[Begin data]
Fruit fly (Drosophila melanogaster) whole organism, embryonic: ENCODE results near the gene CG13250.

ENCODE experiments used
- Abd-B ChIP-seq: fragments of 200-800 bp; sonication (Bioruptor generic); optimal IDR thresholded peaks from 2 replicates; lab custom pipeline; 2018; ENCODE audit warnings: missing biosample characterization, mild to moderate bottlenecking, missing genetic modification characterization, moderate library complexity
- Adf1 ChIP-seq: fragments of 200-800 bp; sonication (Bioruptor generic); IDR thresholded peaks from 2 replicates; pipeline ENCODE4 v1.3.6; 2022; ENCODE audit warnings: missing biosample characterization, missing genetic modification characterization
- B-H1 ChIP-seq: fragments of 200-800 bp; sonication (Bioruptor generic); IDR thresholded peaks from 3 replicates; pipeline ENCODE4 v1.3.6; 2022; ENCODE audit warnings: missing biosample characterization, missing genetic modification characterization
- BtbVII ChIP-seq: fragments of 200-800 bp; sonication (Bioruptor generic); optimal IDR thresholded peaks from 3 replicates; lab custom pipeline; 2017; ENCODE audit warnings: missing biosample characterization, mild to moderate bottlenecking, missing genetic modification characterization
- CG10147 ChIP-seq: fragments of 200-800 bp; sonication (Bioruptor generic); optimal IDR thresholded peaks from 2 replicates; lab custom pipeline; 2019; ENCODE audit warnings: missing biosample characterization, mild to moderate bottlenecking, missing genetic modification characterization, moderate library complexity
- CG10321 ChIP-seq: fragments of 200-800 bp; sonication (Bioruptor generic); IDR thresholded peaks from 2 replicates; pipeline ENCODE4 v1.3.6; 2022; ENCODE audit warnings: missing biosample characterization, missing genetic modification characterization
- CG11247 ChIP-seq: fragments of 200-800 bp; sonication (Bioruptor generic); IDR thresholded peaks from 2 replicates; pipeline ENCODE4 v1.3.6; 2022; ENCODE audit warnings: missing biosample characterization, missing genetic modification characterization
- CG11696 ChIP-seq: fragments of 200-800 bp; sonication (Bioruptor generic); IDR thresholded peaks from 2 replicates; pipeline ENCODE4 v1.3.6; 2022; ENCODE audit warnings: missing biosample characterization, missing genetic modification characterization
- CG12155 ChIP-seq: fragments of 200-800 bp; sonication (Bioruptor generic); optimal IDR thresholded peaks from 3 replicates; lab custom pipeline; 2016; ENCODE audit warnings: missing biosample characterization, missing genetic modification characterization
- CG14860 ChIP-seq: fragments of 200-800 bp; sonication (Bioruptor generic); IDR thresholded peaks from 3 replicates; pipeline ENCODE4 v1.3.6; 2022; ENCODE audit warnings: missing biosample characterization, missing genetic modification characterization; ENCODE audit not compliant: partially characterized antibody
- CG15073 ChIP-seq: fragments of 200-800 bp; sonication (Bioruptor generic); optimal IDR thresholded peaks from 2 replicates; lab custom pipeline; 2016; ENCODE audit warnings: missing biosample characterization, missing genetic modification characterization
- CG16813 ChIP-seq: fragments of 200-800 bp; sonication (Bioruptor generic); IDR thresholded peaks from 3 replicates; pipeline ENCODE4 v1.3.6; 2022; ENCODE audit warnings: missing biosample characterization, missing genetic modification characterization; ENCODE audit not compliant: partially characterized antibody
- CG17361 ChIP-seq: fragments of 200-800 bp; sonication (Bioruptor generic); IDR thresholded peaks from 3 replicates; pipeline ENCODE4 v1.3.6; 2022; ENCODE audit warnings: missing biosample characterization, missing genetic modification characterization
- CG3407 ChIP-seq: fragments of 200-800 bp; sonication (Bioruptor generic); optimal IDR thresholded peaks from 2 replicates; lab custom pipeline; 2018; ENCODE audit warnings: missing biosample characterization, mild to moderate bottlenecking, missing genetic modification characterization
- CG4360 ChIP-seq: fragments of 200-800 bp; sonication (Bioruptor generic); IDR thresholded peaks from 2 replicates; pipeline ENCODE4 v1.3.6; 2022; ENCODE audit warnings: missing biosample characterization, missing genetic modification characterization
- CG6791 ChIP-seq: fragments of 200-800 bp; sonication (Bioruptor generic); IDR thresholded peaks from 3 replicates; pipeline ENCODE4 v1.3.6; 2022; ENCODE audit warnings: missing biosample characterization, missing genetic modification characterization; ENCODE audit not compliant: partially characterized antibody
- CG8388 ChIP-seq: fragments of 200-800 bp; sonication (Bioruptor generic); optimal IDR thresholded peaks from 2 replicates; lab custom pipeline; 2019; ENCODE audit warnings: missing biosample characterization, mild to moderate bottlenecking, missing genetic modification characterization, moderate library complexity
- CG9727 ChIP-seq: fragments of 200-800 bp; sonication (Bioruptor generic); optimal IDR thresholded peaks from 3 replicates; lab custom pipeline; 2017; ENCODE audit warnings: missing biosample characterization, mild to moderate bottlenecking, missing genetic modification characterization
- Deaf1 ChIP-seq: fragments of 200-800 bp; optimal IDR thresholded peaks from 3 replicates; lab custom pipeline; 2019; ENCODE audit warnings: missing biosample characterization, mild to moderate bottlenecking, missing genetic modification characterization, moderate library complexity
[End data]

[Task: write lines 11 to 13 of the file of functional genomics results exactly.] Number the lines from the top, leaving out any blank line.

- CG12155 ChIP-seq: fragments of 200-800 bp; sonication (Bioruptor generic); optimal IDR thresholded peaks from 3 replicates; lab custom pipeline; 2016; ENCODE audit warnings: missing biosample characterization, missing genetic modification characterization
- CG14860 ChIP-seq: fragments of 200-800 bp; sonication (Bioruptor generic); IDR thresholded peaks from 3 replicates; pipeline ENCODE4 v1.3.6; 2022; ENCODE audit warnings: missing biosample characterization, missing genetic modification characterization; ENCODE audit not compliant: partially characterized antibody
- CG15073 ChIP-seq: fragments of 200-800 bp; sonication (Bioruptor generic); optimal IDR thresholded peaks from 2 replicates; lab custom pipeline; 2016; ENCODE audit warnings: missing biosample characterization, missing genetic modification characterization